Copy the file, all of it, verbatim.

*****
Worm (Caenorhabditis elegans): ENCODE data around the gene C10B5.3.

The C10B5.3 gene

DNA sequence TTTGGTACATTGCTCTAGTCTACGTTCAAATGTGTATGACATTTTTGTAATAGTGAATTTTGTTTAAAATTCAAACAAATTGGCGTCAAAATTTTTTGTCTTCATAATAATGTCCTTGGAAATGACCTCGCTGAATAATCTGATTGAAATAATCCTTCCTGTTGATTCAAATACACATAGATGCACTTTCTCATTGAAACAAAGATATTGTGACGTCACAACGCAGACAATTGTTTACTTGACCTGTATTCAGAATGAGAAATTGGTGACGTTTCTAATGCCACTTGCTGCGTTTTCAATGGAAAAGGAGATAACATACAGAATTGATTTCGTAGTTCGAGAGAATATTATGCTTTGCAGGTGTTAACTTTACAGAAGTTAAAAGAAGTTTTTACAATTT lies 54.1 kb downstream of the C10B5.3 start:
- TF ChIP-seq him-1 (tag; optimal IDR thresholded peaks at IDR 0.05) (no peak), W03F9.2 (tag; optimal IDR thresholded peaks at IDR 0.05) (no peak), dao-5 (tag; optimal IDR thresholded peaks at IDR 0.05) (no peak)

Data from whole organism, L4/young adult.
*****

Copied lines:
Worm (Caenorhabditis elegans): ENCODE data around the gene C10B5.3.

The C10B5.3 gene

DNA sequence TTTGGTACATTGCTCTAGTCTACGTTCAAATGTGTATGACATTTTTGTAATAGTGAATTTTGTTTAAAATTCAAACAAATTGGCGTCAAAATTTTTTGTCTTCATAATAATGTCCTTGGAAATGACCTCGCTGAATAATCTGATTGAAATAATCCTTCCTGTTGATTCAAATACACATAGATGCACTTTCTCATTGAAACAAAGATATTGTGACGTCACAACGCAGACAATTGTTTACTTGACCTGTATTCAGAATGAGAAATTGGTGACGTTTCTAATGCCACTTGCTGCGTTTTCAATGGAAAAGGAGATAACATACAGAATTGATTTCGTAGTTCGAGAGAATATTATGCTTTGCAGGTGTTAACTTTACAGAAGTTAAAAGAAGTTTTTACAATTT lies 54.1 kb downstream of the C10B5.3 start:
- TF ChIP-seq him-1 (tag; optimal IDR thresholded peaks at IDR 0.05) (no peak), W03F9.2 (tag; optimal IDR thresholded peaks at IDR 0.05) (no peak), dao-5 (tag; optimal IDR thresholded peaks at IDR 0.05) (no peak)

Data from whole organism, L4/young adult.